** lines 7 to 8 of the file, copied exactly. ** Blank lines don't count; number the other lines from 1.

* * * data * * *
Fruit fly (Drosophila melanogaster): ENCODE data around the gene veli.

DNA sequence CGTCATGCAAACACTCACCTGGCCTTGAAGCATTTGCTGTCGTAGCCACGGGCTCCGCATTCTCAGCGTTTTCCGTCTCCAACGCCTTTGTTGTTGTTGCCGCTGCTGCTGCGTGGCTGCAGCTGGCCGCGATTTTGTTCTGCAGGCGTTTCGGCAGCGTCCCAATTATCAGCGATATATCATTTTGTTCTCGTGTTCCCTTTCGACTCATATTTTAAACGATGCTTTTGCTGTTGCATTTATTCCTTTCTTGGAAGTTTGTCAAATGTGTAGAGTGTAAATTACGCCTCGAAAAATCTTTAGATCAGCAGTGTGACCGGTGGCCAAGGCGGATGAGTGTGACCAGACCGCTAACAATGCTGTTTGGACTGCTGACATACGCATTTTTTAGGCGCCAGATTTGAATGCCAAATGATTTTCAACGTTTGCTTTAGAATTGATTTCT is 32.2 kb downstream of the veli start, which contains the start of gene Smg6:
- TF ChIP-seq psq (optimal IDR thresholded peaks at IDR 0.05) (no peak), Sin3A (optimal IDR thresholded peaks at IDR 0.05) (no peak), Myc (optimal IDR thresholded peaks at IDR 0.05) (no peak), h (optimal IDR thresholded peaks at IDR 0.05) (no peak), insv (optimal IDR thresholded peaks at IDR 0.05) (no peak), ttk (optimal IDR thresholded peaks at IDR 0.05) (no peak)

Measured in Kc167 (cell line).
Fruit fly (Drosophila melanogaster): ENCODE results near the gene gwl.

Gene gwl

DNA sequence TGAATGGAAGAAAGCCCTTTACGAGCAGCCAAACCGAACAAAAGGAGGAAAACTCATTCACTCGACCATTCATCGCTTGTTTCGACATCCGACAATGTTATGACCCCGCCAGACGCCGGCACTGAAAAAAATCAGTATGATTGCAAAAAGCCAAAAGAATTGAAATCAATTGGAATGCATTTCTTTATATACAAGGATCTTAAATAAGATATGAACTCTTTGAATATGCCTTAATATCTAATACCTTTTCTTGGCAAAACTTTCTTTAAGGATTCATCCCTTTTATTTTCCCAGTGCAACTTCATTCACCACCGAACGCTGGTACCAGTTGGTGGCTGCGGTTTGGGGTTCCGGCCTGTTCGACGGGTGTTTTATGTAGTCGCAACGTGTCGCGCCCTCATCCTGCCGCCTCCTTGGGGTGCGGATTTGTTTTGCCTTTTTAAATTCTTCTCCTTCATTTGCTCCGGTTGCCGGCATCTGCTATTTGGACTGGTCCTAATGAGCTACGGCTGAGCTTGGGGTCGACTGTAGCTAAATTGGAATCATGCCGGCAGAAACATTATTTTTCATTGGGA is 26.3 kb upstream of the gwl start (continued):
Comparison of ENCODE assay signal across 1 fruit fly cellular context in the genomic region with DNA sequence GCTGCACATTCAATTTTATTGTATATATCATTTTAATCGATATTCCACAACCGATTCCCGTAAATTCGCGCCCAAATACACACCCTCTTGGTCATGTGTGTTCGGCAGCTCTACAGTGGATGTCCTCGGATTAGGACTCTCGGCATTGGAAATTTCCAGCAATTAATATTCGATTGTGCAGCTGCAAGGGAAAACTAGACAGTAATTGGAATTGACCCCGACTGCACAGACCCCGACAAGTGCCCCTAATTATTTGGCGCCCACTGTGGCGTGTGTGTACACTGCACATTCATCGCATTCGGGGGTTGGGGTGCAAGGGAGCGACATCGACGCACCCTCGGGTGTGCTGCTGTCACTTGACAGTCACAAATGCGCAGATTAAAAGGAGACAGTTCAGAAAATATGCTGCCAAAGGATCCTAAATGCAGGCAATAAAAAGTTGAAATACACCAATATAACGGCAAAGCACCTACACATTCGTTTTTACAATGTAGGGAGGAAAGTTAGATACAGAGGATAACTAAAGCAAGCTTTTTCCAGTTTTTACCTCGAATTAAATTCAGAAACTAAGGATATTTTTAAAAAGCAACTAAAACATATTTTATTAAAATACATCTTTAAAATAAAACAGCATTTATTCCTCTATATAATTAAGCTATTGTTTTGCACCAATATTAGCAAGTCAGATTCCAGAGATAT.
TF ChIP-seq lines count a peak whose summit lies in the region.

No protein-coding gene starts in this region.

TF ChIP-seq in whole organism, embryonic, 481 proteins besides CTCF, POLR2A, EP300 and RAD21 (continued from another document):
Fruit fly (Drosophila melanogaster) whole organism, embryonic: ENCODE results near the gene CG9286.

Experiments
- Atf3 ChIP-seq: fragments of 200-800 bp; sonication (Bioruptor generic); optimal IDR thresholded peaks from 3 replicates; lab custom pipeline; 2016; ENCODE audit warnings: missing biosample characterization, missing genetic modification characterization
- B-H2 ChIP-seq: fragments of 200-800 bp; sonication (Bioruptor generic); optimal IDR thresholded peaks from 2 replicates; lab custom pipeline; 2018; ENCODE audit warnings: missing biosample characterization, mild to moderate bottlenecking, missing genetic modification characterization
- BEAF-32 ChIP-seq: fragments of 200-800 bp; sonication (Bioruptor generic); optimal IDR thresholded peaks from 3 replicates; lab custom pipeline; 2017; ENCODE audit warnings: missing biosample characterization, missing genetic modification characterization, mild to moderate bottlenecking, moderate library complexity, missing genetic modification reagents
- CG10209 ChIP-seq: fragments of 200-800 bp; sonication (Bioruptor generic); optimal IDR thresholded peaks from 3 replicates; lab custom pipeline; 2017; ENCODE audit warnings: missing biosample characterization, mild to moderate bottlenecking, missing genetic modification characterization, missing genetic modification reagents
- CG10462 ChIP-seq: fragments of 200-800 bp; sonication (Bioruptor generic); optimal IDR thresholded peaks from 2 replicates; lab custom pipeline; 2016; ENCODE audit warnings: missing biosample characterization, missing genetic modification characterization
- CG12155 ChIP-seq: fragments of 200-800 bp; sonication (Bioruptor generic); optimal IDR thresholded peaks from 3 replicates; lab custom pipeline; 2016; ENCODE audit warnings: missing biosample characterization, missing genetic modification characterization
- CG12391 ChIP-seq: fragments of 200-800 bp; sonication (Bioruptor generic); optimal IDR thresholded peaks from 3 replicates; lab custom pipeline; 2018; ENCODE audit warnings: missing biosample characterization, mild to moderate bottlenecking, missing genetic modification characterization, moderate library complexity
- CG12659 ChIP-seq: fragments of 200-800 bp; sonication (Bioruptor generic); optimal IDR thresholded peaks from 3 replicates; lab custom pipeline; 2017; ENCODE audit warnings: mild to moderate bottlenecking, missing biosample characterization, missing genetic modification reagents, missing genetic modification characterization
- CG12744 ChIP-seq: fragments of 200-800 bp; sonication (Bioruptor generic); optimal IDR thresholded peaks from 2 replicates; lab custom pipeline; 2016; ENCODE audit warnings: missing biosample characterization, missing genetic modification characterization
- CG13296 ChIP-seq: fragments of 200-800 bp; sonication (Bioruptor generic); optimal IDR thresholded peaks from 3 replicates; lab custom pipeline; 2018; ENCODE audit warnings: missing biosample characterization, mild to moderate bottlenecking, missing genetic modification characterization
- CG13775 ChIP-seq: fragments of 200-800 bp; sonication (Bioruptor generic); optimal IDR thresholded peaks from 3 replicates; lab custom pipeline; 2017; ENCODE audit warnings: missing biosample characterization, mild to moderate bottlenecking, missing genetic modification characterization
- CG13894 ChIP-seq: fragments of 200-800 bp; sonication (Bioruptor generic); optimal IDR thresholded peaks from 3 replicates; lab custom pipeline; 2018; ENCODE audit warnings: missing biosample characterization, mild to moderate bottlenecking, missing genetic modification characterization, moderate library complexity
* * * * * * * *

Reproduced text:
DNA sequence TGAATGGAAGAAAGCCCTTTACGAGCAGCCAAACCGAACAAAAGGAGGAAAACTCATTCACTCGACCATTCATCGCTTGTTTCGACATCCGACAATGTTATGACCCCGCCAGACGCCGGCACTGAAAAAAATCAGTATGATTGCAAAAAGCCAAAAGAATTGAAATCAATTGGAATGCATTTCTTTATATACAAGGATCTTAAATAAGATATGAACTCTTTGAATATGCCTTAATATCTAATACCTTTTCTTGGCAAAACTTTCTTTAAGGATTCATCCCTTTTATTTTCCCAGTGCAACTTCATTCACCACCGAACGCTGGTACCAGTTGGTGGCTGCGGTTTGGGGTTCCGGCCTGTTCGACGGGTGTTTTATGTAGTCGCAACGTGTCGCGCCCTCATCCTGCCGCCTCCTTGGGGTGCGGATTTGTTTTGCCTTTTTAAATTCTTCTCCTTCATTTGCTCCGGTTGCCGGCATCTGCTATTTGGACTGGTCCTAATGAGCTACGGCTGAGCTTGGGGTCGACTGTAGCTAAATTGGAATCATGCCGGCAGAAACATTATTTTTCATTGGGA is 26.3 kb upstream of the gwl start (continued):
Comparison of ENCODE assay signal across 1 fruit fly cellular context in the genomic region with DNA sequence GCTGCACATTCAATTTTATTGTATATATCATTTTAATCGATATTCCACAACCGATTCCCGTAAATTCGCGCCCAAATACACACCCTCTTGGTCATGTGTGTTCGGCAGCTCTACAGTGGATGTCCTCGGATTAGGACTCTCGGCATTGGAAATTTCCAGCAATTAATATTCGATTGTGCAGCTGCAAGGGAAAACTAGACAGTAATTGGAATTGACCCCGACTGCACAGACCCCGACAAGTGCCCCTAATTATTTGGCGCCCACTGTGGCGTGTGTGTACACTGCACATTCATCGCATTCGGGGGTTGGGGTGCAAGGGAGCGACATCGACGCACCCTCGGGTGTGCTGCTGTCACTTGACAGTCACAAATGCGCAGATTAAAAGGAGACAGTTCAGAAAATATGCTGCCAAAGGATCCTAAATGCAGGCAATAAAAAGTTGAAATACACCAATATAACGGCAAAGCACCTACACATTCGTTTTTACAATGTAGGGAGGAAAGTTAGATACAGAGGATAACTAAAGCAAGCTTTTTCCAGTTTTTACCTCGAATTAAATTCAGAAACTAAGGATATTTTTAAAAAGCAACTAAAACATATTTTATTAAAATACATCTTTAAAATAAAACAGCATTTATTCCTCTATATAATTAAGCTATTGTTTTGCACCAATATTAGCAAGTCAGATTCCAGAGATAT.